IL divorce lawyerMarried parents can claim their child as a dependent exemption on their joint tax return. After divorce, however, only one parent can claim a child as a dependent for tax purposes. Because the ability to claim dependent exemptions can make a major difference in a parent’s finances, being able to claim your child as an exemption is often as good as money itself. Understandably, the tax implications of divorce can be a topic of contention.

Include Child Tax Exemptions in Your Divorce Decree

In the midst of divorce negotiations, who gets to claim a child as a dependent exemption is often forgotten until after the divorce is finalized. This could be a costly mistake. Illinois no longer uses the terms “custodial parent” or “child custody,” but the IRS still does. The IRS sees the parent who spends the most time with the child as the custodial parent, and unless parents specify another arrangement, the IRS default is that the custodial parent gets to claim the child as a dependent on their taxes.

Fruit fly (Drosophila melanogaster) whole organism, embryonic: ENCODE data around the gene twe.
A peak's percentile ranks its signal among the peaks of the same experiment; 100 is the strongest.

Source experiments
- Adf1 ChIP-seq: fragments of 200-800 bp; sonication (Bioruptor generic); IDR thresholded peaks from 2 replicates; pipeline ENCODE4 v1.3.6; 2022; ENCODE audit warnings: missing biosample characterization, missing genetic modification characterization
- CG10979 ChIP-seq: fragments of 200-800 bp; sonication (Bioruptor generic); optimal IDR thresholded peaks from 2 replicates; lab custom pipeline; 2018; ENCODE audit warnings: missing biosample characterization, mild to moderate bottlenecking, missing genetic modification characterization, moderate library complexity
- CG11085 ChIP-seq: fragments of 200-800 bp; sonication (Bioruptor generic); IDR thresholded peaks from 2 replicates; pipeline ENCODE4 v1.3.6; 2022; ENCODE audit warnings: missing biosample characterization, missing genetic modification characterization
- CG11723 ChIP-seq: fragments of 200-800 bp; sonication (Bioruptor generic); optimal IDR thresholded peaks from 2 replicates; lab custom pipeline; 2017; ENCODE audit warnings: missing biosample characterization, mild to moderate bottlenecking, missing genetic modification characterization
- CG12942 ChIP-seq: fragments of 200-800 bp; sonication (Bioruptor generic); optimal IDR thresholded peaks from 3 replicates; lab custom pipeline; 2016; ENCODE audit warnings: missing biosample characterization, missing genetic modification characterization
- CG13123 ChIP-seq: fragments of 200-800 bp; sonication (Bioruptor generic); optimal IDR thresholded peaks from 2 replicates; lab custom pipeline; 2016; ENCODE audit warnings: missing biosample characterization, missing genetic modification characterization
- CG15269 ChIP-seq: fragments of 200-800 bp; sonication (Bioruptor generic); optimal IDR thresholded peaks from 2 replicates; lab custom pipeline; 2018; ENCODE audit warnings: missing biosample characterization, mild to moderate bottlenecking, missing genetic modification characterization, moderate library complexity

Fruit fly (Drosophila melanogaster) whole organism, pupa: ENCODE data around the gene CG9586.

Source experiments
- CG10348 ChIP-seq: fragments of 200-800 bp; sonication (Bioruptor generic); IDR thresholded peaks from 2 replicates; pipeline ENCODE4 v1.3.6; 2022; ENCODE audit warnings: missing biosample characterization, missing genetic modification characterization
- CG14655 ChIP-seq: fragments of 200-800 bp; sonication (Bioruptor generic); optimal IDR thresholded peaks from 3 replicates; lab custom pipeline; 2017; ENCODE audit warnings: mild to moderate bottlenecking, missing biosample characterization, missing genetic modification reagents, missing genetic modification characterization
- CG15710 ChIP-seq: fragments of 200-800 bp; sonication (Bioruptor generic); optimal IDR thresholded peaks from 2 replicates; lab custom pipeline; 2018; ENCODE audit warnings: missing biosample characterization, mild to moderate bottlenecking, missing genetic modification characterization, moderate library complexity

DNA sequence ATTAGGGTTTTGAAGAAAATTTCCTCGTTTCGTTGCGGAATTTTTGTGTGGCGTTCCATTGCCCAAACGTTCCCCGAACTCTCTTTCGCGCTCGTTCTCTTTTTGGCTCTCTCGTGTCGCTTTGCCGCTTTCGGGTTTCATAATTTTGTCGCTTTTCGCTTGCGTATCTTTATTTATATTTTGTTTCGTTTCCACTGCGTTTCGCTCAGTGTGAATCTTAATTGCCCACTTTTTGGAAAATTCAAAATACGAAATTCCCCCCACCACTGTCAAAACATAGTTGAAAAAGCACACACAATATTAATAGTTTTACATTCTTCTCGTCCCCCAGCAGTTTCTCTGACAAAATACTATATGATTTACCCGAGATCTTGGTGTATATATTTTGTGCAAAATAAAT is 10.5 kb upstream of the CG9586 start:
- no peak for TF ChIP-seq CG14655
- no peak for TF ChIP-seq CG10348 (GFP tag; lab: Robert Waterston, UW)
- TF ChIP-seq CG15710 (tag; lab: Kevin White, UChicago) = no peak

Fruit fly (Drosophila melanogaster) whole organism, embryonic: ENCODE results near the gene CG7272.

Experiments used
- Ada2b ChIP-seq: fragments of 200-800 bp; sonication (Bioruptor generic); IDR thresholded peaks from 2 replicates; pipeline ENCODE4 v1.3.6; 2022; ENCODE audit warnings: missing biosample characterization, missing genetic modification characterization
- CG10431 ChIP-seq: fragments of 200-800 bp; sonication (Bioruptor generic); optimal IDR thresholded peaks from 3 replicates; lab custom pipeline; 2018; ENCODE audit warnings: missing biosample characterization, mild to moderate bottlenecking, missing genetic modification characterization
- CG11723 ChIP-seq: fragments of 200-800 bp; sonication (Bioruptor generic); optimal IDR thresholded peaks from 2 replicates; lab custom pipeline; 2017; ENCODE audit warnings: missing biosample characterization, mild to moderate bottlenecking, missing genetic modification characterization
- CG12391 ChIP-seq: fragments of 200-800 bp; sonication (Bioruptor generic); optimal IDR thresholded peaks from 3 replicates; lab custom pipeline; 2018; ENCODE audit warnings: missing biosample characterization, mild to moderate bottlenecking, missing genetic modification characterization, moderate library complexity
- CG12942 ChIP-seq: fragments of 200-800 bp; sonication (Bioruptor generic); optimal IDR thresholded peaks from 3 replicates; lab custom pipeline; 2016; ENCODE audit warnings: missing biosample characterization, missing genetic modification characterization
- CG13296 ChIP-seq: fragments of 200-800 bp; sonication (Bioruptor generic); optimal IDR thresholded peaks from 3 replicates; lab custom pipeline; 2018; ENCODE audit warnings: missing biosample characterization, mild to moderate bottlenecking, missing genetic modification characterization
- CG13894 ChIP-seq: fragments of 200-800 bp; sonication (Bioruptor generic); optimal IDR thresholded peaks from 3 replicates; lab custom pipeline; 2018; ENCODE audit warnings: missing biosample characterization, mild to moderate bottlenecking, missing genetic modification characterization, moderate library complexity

However, if parents are proactive about arranging exemption claims, they can do it however they wish. They may alternate years, or, if they have multiple children, agree to split the exemptions so each parent may claim one or more children. Include the discussion about child-dependent exemptions in the broader conversation about asset division, child support, and spousal maintenance. Parents who work cooperatively can usually come to a holistic financial resolution that suits them both better than if a judge were to make the decisions for them.

What Happens if We Both Claim our Child as a Dependent Exemption?

If you have a provision in your divorce decree regarding who can claim your child as a dependent, wrongfully claiming your child would be a violation of a court order and may be grounds for being held in contempt of court. Additionally, two parents claiming a child on a tax return could halt the tax return process and trigger an IRS audit. If you claim the child knowing that you do not qualify to do so, the IRS could find you guilty of tax fraud and you could be charged with a felony and serious penalties, including fines and jail time.

Contact a DuPage County Divorce Attorney

Your divorce decree can have long-term financial implications for you and your child and ensuring you have a fair asset division that prepares you for the future is essential. Having an experienced Naperville divorce attorney on your side during the divorce process can help you achieve a favorable outcome. Contact the office of Calabrese Associates today at 630-393-3111 and schedule your confidential consultation today.



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